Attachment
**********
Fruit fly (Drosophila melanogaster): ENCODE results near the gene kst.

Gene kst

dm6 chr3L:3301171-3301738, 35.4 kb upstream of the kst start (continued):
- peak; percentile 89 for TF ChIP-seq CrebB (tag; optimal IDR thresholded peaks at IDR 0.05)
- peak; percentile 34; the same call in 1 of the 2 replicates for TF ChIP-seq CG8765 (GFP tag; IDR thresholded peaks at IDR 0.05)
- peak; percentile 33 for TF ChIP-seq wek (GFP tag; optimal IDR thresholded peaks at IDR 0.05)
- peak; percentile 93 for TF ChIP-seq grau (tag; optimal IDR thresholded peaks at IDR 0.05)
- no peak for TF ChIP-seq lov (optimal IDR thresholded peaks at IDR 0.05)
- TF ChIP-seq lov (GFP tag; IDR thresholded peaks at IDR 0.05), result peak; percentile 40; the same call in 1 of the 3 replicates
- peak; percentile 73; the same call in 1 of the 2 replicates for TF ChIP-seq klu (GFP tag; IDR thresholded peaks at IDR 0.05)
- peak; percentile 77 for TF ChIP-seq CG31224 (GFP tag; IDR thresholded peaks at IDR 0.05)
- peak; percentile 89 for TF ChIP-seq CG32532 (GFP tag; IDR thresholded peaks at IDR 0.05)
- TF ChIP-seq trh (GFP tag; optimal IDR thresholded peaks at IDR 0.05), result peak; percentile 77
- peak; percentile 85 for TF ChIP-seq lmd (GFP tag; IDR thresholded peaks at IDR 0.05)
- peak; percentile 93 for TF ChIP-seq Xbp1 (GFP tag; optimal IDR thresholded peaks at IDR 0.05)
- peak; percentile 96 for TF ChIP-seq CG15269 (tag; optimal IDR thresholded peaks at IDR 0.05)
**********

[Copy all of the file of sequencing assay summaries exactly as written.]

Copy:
Fruit fly (Drosophila melanogaster): ENCODE results near the gene kst.

Gene kst

dm6 chr3L:3301171-3301738, 35.4 kb upstream of the kst start (continued):
- peak; percentile 89 for TF ChIP-seq CrebB (tag; optimal IDR thresholded peaks at IDR 0.05)
- peak; percentile 34; the same call in 1 of the 2 replicates for TF ChIP-seq CG8765 (GFP tag; IDR thresholded peaks at IDR 0.05)
- peak; percentile 33 for TF ChIP-seq wek (GFP tag; optimal IDR thresholded peaks at IDR 0.05)
- peak; percentile 93 for TF ChIP-seq grau (tag; optimal IDR thresholded peaks at IDR 0.05)
- no peak for TF ChIP-seq lov (optimal IDR thresholded peaks at IDR 0.05)
- TF ChIP-seq lov (GFP tag; IDR thresholded peaks at IDR 0.05), result peak; percentile 40; the same call in 1 of the 3 replicates
- peak; percentile 73; the same call in 1 of the 2 replicates for TF ChIP-seq klu (GFP tag; IDR thresholded peaks at IDR 0.05)
- peak; percentile 77 for TF ChIP-seq CG31224 (GFP tag; IDR thresholded peaks at IDR 0.05)
- peak; percentile 89 for TF ChIP-seq CG32532 (GFP tag; IDR thresholded peaks at IDR 0.05)
- TF ChIP-seq trh (GFP tag; optimal IDR thresholded peaks at IDR 0.05), result peak; percentile 77
- peak; percentile 85 for TF ChIP-seq lmd (GFP tag; IDR thresholded peaks at IDR 0.05)
- peak; percentile 93 for TF ChIP-seq Xbp1 (GFP tag; optimal IDR thresholded peaks at IDR 0.05)
- peak; percentile 96 for TF ChIP-seq CG15269 (tag; optimal IDR thresholded peaks at IDR 0.05)